It was clear that the firm had no future. By September most of the partners were in agreement that it would not be possible to continue the partnership until the following May. Steps were put in hand to bring about its earlier dissolution. Staff were given notice. On 4 October 1990 all Mr. Hurst's fellow partners entered into an agreement ("the dissolution agreement") to dissolve the partnership on 31 October 1990. Under the terms of the dissolution agreement five of the partners would form a new firm under the name Malkins with effect from 1 November 1990; Malkins would carry on practice from Inigo House; Malkin Janners would assign Inigo House to Malkins; and any continuing liabilities in respect of King Street would remain the responsibility of the partners of Malkin Janners.


Mr. Hurst was invited to sign the dissolution agreement but refused to do so. The judge (Carnwath J.) described his attitude as unrealistic. On 2 November 1990 Mr. Hurst informed his partners that he regarded their conduct in entering into the dissolution agreement as a repudiatory breach of the partnership agreement which he had had no alternative but to accept with effect from 31 October 1990. He had already accepted an offer to become a partner of D. J. Freeman, and he joined that firm on 5 November 1990. Other partners moved to other firms.


It is obvious that the partnership did not survive these events, and it is common ground that, if it was not dissolved with effect from 31 October 1990 (as Mr. Hurst alleges) by his acceptance of his partners' repudiatory breach of contract, it was dissolved with effect from that date by mutual consent.


A Steering Committee was formed to wind up the firm's affairs. Mr. Hurst attended occasionally and received some of the papers, though not all of them. The partners in Malkins duly took over Inigo House and assumed responsibility for the tenants' obligations under the lease. They paid no premium for the lease because it was considered to have no value. There had been a substantial fall in property values since the rent for King Street had been negotiated at the end of 1988, and it proved impossible to dispose of the property or to sublet it except at a rent considerably below the rent payable to the landlord. It has been sublet but remains undisposed of to this day. There is a continuing liability for rent.


In other respects the winding up of the affairs of Malkin Janners was completed without difficulty. An interim dissolution account was prepared by the firm's accountants. It contained no entries in relation to Inigo House or King Street. It has still not been possible to produce a final account because of the continuing liability in respect of King Street. The interim account showed a small sum slightly in excess of £4,000 to be due to the firm from Mr. Hurst.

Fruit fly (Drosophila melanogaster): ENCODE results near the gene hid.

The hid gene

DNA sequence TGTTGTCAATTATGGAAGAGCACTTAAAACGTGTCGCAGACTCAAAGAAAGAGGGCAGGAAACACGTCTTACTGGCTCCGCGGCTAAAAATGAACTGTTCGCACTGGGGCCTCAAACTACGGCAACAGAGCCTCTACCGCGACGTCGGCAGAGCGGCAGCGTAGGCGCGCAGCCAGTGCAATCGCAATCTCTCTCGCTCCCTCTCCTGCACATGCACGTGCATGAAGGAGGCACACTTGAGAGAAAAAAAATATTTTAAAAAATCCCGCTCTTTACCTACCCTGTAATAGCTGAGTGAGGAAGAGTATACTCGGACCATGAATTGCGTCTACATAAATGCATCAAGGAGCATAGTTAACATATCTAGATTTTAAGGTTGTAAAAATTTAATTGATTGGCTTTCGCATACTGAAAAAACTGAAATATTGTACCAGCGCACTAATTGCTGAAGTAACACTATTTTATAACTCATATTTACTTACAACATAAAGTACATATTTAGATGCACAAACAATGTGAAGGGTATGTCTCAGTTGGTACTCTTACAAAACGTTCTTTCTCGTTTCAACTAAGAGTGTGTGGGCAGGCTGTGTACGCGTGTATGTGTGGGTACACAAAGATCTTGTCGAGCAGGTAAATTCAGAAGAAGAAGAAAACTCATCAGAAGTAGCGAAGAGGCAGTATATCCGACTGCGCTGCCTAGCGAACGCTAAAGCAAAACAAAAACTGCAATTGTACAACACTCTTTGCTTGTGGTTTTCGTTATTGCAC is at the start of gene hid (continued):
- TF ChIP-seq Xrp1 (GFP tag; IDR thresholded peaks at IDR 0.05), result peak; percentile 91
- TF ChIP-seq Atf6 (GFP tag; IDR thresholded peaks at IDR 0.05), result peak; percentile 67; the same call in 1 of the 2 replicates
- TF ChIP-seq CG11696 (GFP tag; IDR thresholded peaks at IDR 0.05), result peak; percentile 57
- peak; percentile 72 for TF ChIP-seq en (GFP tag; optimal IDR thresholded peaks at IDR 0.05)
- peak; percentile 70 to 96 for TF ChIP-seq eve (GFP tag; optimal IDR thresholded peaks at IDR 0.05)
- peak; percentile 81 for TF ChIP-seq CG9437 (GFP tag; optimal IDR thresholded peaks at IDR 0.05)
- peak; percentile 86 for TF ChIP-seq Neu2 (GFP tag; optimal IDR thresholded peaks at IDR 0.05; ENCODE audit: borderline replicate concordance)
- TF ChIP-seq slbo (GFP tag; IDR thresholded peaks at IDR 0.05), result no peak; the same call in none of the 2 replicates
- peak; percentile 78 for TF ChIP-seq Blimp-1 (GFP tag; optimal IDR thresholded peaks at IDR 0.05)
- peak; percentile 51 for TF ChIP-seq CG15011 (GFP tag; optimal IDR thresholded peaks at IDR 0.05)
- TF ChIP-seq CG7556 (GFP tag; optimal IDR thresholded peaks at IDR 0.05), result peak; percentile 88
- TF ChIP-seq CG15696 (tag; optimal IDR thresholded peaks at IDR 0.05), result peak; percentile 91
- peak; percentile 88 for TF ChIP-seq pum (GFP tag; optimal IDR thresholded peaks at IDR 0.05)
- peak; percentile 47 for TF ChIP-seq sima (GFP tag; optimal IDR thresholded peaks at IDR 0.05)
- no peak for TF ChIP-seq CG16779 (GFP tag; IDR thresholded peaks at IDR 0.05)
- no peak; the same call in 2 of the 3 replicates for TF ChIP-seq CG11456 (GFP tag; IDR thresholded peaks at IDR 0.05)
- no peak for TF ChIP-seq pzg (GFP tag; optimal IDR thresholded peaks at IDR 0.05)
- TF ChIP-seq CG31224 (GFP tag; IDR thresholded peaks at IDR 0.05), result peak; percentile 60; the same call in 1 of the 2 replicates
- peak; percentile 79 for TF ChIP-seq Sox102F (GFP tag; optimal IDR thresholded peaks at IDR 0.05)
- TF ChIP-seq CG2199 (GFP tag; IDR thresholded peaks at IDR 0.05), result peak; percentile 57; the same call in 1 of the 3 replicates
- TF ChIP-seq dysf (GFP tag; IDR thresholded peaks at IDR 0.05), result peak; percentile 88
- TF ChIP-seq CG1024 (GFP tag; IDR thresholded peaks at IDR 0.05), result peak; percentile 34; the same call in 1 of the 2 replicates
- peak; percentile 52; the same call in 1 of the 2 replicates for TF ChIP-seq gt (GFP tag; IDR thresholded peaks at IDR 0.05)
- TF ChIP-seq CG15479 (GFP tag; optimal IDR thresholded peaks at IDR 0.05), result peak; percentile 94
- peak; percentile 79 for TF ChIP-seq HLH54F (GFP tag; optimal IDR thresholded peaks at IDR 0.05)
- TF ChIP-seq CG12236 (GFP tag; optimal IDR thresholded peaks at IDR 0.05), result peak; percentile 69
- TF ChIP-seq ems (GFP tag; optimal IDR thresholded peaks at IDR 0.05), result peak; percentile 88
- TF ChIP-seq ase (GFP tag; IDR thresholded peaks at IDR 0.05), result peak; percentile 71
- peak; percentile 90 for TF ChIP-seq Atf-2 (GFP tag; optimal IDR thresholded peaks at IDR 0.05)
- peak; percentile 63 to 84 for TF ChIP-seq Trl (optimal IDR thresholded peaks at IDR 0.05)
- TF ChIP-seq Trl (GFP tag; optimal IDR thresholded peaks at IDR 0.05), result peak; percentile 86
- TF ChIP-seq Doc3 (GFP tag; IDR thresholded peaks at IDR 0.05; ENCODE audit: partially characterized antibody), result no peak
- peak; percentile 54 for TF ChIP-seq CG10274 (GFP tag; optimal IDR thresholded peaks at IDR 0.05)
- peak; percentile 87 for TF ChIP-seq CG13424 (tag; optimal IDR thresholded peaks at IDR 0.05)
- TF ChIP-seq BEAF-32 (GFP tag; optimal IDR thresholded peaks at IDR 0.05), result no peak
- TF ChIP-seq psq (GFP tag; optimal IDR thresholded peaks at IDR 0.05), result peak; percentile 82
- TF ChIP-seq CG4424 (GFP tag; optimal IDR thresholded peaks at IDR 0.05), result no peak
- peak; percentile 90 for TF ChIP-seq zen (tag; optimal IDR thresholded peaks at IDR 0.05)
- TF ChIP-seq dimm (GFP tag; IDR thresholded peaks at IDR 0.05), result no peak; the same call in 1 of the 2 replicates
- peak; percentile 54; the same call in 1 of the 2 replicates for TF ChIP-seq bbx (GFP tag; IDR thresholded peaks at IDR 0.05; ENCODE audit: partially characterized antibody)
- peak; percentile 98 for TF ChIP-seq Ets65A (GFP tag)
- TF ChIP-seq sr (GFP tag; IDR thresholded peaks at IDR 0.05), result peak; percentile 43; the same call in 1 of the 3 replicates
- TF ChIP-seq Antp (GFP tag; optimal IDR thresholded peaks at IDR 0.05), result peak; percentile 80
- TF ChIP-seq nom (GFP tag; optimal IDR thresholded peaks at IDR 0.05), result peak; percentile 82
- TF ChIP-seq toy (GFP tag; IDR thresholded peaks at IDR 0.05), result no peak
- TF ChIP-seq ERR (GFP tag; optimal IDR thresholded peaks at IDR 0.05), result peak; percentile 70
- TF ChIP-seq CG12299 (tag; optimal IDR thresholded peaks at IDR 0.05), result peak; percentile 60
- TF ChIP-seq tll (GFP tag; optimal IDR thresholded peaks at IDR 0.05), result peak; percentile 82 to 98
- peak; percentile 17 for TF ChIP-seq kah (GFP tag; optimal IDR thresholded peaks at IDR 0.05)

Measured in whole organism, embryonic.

Mr. Hurst began these proceedings against his former partners in 1992. His main object was to avoid the continuing liability under the King Street lease. To this end he alleged that the partnership had been dissolved by his acceptance of his partners' repudiatory breach of contract and sought a declaration that he was thereby discharged from any obligation to contribute to the liabilities of the firm as they stood at 31 October 1990 or as they accrued thereafter. In addition he asked for a general partnership account to be taken by the court. The defendants counterclaimed for payment by Mr. Hurst of his share of the partnership liabilities.


In 1993 the landlord of King Street brought proceedings for arrears of rent against the four partners in whose name the lease had been taken. They in turn brought third party proceedings for contribution against their former partners including Mr. Hurst. By his third party defence Mr. Hurst denied liability on the grounds (i) that any trust which might have been created by clause 3 of the partnership deed had come to an end on 31 October 1990; (ii) that the claimants' right to contribution was entirely dependent on clause 3.3 of the partnership deed; and (iii) that he was discharged from all obligations under the partnership deed with effect from 1 November 1990 by reason of his acceptance of his partners' repudiatory breach of contract.


Although the defendants denied that their conduct in entering into the dissolution agreement constituted a repudiatory breach of the partnership deed, the judge found that it did and his conclusion was unanimously upheld by the Court of Appeal. There has been no further appeal to your Lordships' House from this finding or from the underlying assumption in both courts below that it was this which...